In addition, when plastics are upcycled into chemical feedstock, it reduces the need by the chemical industry to combust fossil fuels to produce chemical feedstock, further cutting down greenhouse gas emissions.

Based on the estimations by Prof Chang and other team members, the economic benefit of reducing carbon dioxide emissions is estimated to be S$41.40m per year while the estimated cost savings from avoiding landfill use is about S$41.35 million per year in Singapore., Plastic reuse and recycling are projected to generate a profit-pool growth of as much as US$60 billion for the chemical industry globally.

Prof Chang, an expert in corporate finance, added, “Given that Singapore’s chemical industry accounts for about one-third of the manufacturing output in 2015, the integration of plastic upcycling technology into the industry has the potential to yield considerable positive economic and environmental impact.”

Sociology expert Assoc Prof Islam said: “This innovative approach — by transforming plastic waste into valuable resources like formic acid — not only reduces the burden of plastic pollution but also addresses the growing demand for sustainable chemicals. This contributes to a cleaner environment, enhances public health, and creates new employment opportunities, especially in research, development, and production sectors, thereby fostering economic growth with a shift towards circular economies.”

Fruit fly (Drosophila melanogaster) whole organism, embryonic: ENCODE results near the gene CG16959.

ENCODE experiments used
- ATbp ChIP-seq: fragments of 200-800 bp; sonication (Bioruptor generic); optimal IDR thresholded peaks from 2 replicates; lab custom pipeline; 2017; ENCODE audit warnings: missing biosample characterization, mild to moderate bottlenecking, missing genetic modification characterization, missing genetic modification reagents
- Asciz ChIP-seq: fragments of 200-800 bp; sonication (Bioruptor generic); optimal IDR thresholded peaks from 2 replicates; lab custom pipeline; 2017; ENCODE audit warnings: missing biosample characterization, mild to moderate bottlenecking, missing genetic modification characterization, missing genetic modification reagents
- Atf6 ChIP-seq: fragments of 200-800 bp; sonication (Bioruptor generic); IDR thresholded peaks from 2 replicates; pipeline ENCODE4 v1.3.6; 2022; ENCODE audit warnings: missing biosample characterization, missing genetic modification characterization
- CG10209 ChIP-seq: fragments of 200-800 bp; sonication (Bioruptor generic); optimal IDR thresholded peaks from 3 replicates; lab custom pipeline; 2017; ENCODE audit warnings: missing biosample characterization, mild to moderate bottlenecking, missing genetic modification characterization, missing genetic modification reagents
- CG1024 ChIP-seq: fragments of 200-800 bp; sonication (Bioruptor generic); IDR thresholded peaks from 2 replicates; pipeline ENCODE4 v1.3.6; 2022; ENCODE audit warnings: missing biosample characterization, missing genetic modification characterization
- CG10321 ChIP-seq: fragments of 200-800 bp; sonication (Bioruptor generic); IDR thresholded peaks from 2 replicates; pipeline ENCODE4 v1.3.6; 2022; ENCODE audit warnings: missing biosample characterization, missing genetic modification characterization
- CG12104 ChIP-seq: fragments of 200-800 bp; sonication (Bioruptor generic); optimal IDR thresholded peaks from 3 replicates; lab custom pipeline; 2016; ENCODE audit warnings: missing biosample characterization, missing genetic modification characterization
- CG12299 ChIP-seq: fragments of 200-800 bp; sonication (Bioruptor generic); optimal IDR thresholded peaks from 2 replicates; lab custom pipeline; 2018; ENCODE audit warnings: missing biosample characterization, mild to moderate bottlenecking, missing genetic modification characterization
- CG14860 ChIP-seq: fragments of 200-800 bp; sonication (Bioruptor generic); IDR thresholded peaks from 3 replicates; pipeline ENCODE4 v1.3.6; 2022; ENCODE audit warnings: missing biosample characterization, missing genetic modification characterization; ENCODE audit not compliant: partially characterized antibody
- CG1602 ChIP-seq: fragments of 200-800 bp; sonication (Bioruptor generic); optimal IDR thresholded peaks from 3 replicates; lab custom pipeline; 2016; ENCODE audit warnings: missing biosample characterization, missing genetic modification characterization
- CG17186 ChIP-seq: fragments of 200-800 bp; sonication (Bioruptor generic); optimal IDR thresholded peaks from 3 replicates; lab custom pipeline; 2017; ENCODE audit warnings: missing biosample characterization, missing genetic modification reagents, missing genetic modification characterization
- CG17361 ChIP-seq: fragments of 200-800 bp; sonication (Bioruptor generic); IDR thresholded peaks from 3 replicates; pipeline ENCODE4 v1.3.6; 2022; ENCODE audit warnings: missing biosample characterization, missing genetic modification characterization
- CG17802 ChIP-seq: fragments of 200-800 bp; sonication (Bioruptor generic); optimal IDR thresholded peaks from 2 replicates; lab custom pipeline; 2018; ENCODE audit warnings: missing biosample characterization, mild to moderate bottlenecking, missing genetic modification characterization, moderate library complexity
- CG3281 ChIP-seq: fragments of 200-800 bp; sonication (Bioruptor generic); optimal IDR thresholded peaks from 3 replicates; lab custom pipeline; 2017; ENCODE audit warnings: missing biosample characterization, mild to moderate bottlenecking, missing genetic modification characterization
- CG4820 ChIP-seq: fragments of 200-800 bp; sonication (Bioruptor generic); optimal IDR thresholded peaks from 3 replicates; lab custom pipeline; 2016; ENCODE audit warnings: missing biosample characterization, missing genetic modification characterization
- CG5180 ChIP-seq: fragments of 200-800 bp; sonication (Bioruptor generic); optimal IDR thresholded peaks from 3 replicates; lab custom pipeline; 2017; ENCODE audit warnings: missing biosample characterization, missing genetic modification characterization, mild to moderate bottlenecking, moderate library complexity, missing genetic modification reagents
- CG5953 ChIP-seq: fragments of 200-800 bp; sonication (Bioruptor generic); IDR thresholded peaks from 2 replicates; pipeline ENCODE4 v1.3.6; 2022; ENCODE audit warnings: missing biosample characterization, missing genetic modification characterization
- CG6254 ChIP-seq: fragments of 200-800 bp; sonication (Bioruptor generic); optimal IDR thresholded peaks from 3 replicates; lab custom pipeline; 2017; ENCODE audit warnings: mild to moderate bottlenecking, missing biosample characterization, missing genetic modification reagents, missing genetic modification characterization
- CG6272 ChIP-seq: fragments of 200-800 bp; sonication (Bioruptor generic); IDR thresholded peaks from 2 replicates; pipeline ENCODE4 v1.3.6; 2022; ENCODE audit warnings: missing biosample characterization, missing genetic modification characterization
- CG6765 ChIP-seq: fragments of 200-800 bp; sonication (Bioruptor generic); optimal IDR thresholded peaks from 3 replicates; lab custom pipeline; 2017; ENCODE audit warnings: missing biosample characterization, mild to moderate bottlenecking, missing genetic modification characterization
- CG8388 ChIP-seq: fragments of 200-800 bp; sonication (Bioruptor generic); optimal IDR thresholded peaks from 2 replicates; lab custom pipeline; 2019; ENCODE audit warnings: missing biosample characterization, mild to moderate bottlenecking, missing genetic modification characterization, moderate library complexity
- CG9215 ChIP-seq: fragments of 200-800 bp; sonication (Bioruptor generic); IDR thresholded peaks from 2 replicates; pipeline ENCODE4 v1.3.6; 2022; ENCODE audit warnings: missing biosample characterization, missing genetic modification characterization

The NTU team has filed a patent for their photocatalytic process, which has been designed with industrial scalability in mind, through the University’s innovation and enterprise company NTUitive. The team is now seeking partners to further commercialise the technology, which may contribute toward helping Singapore achieve its 2050 Net Zero Emissions target.

Their innovation exemplifies NTU’s unwavering commitment to developing sustainable solutions to address pressing global challenges such as climate change. In its NTU 2025 Strategic Plan, the University also outlined its Sustainability Manifesto that elaborates on how NTU aims to go carbon neutral by 2035.

NTU also seeks to nurture and support novel research solutions and to speed up the commercialisation process through its recently launched Innovation and Entrepreneurship initiative.

SPRUCE is supported by NTU and the Alliance to End Plastic Waste. This project is also partly supported by the National Research Foundation, Singapore (NRF) under its Competitive Research Programme, as well as an A*STAR Advanced Manufacturing and Engineering Individual Research Grant and a Ministry of Education Tier 1 grant.